The hosts of Subspace Transmissions put on their "Nth Degree" thinking caps and rank Star Trek: Discovery's first season, episode by episode from 1-15.
One of the central themes of Star Trek: Discovery’s inaugural season has been about the cost of utopia. In times of crisis how far is too far when it comes to preserving the Federation and its long-standing noble values?
That cognitive dissonance so many Starfleet admirals seem to specialize in is on display in both "I, Borg" and “Will You Take My Hand” as the Federation debates whether to annihilate aliens that would happily do the same if their roles were reversed.
It’s become increasingly clear ever since L’Rell hitched a transport ride back to Discovery in “Into the Forest I Go” that much of her season-long character arc is being informed by famed cannibalistic psychiatrist Dr. Hannibal Lecter.
The central question both Tuvix and Tyler must answer is, “Who do I want to be?” But then is that enough to gain acceptance?
This week’s Mirror Universe arc wrap-up, “What’s Past is Prologue,” proudly continues the connections between Star Trek and Star Wars, albeit by honouring 1983’s Episode VI instead of more popular go-to IV.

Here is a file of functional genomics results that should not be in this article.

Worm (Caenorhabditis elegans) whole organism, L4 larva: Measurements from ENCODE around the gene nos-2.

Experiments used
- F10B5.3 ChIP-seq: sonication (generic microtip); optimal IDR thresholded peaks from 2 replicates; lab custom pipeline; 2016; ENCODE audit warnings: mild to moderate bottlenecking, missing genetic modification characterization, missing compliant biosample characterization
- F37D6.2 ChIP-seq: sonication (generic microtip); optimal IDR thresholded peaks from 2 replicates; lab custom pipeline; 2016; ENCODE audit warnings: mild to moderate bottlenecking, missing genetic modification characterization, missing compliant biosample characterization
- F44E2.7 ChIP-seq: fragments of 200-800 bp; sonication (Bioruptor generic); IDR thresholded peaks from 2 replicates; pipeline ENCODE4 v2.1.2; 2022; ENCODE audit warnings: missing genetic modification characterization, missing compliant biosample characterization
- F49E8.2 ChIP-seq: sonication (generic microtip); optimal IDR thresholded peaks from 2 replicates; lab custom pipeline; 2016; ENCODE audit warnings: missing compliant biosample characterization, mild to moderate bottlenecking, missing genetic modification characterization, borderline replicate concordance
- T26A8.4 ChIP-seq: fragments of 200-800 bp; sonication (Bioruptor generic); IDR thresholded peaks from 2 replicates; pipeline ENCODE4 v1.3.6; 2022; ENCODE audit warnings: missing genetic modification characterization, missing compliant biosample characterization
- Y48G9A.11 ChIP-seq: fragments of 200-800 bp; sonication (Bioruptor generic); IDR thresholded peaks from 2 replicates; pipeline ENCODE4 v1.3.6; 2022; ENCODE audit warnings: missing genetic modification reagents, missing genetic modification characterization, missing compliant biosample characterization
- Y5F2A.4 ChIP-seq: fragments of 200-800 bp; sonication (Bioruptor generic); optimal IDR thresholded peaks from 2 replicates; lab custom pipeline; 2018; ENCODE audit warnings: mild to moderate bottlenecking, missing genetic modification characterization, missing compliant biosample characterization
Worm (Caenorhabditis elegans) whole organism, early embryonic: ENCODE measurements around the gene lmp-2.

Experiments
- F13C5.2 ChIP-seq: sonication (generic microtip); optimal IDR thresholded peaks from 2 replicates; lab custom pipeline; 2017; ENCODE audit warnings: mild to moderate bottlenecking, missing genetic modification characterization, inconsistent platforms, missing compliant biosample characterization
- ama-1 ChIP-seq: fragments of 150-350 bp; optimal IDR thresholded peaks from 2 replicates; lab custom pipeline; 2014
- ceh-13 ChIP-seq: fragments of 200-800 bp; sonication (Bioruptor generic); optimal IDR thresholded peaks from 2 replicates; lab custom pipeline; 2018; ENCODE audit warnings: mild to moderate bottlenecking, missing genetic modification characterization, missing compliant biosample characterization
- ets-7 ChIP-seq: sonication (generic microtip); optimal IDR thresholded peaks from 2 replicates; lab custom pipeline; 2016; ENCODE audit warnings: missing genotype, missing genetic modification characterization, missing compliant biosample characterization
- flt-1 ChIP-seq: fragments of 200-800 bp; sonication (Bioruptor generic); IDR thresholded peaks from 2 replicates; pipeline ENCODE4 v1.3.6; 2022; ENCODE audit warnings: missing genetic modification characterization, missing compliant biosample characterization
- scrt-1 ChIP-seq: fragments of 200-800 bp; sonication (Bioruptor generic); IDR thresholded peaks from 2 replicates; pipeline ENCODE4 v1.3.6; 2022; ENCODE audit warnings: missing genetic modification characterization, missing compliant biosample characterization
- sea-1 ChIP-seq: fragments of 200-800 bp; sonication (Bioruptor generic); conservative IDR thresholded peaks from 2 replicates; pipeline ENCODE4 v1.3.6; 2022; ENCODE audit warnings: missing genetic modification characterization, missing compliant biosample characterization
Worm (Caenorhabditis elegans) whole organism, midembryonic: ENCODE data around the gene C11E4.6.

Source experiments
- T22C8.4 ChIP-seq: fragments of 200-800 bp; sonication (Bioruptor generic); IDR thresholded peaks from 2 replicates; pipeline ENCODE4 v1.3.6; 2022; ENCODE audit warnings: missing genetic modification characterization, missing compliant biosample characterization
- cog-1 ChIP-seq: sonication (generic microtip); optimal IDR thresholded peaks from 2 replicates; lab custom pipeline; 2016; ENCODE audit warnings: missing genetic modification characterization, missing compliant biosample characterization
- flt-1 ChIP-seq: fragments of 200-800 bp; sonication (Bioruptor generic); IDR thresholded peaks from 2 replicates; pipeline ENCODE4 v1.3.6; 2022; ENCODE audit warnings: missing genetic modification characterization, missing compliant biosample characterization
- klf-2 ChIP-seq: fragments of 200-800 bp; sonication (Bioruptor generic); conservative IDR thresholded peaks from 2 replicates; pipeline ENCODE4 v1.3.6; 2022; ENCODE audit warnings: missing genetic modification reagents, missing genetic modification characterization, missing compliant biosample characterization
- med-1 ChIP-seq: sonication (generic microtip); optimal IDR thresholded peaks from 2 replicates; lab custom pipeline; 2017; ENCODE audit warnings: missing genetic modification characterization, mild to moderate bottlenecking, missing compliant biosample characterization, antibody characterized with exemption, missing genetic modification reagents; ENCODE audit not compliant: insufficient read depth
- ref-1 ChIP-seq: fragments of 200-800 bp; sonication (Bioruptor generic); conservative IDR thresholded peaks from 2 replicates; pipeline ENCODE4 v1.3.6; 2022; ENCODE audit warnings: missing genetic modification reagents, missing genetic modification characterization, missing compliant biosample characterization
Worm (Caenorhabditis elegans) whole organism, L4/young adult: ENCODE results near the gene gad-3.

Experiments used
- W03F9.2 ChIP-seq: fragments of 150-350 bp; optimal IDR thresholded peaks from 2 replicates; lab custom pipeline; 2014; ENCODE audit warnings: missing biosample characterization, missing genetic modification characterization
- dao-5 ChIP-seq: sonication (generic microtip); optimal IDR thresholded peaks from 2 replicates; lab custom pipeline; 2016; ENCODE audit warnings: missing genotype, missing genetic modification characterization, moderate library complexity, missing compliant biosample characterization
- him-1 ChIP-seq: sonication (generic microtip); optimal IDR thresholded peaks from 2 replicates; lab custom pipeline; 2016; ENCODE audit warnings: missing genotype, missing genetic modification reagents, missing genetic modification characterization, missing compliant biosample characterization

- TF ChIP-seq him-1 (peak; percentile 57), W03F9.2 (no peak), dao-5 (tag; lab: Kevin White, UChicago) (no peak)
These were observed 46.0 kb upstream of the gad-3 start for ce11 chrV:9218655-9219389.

In Lorca’s case — as we’ve seen in the ENT and TOS excursions to the Mirror universe — Terrans simply don’t seem to possess the self-awareness (or simple humanity?) necessary to conceive of scenarios beyond moustache-twirling schemes to grab power.
Science-fiction has long found wonderfully convoluted methods of reuniting lost loves. And this DSC take on the trope was strongly reminiscent of one of the very best recent examples, Christopher Nolan’s 2010 brain-twisting masterpiece Inception (*BWOMMMM!!!*).